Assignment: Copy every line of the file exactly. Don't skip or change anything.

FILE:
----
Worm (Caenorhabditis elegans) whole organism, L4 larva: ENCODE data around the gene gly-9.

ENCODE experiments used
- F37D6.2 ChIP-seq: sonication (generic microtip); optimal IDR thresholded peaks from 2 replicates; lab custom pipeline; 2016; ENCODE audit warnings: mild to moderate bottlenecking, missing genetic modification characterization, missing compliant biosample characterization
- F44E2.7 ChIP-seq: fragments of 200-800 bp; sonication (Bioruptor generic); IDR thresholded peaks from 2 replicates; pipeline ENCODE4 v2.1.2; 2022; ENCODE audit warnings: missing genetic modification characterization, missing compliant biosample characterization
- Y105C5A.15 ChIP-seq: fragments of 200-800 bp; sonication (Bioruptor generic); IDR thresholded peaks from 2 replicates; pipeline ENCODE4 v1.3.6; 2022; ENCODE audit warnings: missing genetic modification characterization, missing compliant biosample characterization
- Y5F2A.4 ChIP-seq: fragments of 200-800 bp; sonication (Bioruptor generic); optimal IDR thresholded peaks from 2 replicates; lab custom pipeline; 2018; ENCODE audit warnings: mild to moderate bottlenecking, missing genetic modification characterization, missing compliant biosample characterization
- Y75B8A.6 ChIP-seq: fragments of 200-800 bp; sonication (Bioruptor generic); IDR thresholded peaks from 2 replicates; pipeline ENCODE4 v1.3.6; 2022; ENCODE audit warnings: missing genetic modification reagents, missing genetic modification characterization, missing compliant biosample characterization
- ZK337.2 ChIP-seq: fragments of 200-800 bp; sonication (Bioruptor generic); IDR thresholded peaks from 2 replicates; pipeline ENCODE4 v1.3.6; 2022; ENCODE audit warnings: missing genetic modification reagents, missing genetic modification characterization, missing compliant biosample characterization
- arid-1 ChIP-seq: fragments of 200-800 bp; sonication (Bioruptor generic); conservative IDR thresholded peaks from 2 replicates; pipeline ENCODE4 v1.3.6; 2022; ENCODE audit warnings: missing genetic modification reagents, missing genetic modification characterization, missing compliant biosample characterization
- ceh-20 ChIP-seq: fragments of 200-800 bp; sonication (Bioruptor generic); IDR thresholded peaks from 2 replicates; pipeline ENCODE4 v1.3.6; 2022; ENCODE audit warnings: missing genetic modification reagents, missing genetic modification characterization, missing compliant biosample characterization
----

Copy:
Worm (Caenorhabditis elegans) whole organism, L4 larva: ENCODE data around the gene gly-9.

ENCODE experiments used
- F37D6.2 ChIP-seq: sonication (generic microtip); optimal IDR thresholded peaks from 2 replicates; lab custom pipeline; 2016; ENCODE audit warnings: mild to moderate bottlenecking, missing genetic modification characterization, missing compliant biosample characterization
- F44E2.7 ChIP-seq: fragments of 200-800 bp; sonication (Bioruptor generic); IDR thresholded peaks from 2 replicates; pipeline ENCODE4 v2.1.2; 2022; ENCODE audit warnings: missing genetic modification characterization, missing compliant biosample characterization
- Y105C5A.15 ChIP-seq: fragments of 200-800 bp; sonication (Bioruptor generic); IDR thresholded peaks from 2 replicates; pipeline ENCODE4 v1.3.6; 2022; ENCODE audit warnings: missing genetic modification characterization, missing compliant biosample characterization
- Y5F2A.4 ChIP-seq: fragments of 200-800 bp; sonication (Bioruptor generic); optimal IDR thresholded peaks from 2 replicates; lab custom pipeline; 2018; ENCODE audit warnings: mild to moderate bottlenecking, missing genetic modification characterization, missing compliant biosample characterization
- Y75B8A.6 ChIP-seq: fragments of 200-800 bp; sonication (Bioruptor generic); IDR thresholded peaks from 2 replicates; pipeline ENCODE4 v1.3.6; 2022; ENCODE audit warnings: missing genetic modification reagents, missing genetic modification characterization, missing compliant biosample characterization
- ZK337.2 ChIP-seq: fragments of 200-800 bp; sonication (Bioruptor generic); IDR thresholded peaks from 2 replicates; pipeline ENCODE4 v1.3.6; 2022; ENCODE audit warnings: missing genetic modification reagents, missing genetic modification characterization, missing compliant biosample characterization
- arid-1 ChIP-seq: fragments of 200-800 bp; sonication (Bioruptor generic); conservative IDR thresholded peaks from 2 replicates; pipeline ENCODE4 v1.3.6; 2022; ENCODE audit warnings: missing genetic modification reagents, missing genetic modification characterization, missing compliant biosample characterization
- ceh-20 ChIP-seq: fragments of 200-800 bp; sonication (Bioruptor generic); IDR thresholded peaks from 2 replicates; pipeline ENCODE4 v1.3.6; 2022; ENCODE audit warnings: missing genetic modification reagents, missing genetic modification characterization, missing compliant biosample characterization